Why you should avoid internships at Life Insurance Companies

Now that you have graduated with your bachelor’s degree in business or finance, it’s time to start looking for a job. Hopefully you have already found work before you receive your diploma, but if not, don’t fret. Despite what you may hear on the news, jobs are added weekly.

This article is about why you should steer clear of internships at companies such as Northwestern Mutual and New York Life.

I have heard from many readers about their experiences with these head-hunting insurance and financial services companies. Here are the reasons why you should avoid these type sales companies at all cost.

  1. They only want you for your family members/friends business – The financial services industry is commission based 9 times out of 10. This can be a really good by not having a earnings ceiling, but in reality, it means the company you work for doesn’t want to invest any of their money into your success. After you sign your contract and are officially hired, the first thing you are to do is write down the names and numbers of your close friend and family members. Most companies want at least 200 connections, or “warm leads.” After you have your list, you start memorizing “language” to say to the prospect over the telephone. The whole point of calling a prospect is to get the meeting. After you have set up a meeting, you are almost required to bring a “manager” to the meeting. Odds are, your close friends/family are going to purchase a small life insurance policy or annuity from you, but since you brought that manager with insurancesalesmanyou, they automatically get half your commission. The justification for the manager going with you on these appointments is for you to learn the process. This is complete nonsense, they only want half the commission. You will do this until you run out of people to call. After you stop selling any life policies and are left with cold calling, they will terminate your contract. Don’t let them fool you, this is what they want to happen. After you are gone, all of the residual income generated by the policies and products you sold your friends/family goes to the managers of the agency. Think about it. They did not invest anything in you, but you gave them plenty of easy business that they will earn on for years. Now that you’re gone, they’re off to find the next young sucker to take advantage. of.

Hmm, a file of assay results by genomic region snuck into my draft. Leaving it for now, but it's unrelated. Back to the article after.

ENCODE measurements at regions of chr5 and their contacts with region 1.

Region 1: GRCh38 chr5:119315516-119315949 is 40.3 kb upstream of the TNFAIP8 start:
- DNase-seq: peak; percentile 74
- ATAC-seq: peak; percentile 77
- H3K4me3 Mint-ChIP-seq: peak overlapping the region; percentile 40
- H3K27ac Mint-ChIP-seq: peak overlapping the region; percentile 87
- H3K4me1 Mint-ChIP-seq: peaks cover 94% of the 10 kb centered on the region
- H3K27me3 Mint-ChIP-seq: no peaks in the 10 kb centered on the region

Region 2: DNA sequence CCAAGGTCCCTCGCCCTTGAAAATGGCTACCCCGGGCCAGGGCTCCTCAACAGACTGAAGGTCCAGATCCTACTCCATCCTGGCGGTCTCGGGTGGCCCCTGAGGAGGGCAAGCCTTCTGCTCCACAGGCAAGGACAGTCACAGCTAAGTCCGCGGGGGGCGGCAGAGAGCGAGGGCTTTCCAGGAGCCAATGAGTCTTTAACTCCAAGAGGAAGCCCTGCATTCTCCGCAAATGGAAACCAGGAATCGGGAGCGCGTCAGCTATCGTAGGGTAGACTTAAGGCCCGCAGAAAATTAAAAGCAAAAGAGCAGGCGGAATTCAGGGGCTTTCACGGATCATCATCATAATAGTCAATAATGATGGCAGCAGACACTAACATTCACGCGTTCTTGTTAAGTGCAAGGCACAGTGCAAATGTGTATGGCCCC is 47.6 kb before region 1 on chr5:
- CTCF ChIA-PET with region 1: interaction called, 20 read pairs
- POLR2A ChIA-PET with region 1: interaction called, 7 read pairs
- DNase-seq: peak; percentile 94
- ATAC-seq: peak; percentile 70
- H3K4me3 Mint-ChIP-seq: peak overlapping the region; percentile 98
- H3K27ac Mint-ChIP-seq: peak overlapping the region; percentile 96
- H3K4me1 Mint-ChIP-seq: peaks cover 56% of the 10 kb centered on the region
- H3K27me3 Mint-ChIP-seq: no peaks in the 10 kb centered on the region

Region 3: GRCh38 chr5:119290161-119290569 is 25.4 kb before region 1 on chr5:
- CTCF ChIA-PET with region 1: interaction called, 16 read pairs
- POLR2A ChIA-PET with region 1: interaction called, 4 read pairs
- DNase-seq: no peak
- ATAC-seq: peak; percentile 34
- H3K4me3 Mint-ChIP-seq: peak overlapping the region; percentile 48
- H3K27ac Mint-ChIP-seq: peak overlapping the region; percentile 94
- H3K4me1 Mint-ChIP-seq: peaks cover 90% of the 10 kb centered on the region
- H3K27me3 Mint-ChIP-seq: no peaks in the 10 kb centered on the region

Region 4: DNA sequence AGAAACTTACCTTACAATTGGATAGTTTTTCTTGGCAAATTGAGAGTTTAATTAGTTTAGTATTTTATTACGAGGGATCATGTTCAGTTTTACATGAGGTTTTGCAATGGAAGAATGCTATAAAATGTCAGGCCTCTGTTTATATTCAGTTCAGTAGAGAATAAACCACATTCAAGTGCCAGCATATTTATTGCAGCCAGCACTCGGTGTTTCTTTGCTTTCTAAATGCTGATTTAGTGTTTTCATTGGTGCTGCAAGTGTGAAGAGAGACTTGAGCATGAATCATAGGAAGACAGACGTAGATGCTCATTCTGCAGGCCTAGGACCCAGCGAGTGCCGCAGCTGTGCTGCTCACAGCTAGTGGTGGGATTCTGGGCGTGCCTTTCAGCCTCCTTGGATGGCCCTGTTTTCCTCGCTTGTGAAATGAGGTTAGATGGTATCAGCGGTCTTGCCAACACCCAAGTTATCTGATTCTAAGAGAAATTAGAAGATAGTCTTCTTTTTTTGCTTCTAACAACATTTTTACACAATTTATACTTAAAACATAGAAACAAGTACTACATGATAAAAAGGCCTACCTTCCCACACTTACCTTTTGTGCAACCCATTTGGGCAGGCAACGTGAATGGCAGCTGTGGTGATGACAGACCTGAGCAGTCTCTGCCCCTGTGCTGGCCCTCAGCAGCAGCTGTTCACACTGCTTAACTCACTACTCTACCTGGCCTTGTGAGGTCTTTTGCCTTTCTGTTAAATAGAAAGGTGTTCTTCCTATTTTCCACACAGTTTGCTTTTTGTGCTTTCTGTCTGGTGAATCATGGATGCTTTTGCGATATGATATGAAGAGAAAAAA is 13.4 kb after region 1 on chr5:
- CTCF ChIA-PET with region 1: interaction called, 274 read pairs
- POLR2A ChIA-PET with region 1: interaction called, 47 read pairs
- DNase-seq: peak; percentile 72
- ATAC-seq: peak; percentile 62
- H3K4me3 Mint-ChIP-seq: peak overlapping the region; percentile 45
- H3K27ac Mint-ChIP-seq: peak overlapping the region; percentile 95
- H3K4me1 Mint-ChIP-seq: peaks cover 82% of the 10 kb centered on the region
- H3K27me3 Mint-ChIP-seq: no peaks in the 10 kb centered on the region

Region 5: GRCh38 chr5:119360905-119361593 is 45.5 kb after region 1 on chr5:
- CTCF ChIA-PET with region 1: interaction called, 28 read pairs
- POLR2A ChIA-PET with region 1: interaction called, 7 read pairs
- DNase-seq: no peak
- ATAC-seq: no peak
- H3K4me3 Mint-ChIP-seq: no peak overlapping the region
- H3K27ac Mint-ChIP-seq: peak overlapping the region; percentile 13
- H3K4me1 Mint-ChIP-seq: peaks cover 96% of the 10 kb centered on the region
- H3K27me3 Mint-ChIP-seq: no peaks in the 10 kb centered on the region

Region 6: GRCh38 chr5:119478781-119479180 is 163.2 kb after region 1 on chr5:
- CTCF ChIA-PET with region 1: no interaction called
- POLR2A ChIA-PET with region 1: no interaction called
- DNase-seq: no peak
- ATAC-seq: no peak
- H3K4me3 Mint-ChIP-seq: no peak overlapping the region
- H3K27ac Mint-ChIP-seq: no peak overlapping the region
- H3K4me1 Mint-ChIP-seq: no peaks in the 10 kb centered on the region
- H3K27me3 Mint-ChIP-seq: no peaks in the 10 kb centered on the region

2. It will ruin your relationship with friends and even some family members. No one likes to be approach about buying life insurance, period. Whenever you cold call people at 9 am, they stop seeing you as a friend, and as more of a salesman. From that point on, every time you ask a friend to hang out, they will just think you’re just trying to sell them something.
  3. You don’t learn anything. When interning and working for these companies, you do not learn any useful skills. The only thing you do is sucker people into meeting with you in hopes of you selling them a life policy.

No matter how much money the “Managing Director” says you can make the first year, do not work there. It is basically a scam. The business plans of these companies are to have a really high turnover rate, but get to keep the young college grad’s book of business when they leave. I know money is tight for recent grads, but trust me an take the job that pays an “ok” salary and learn something!

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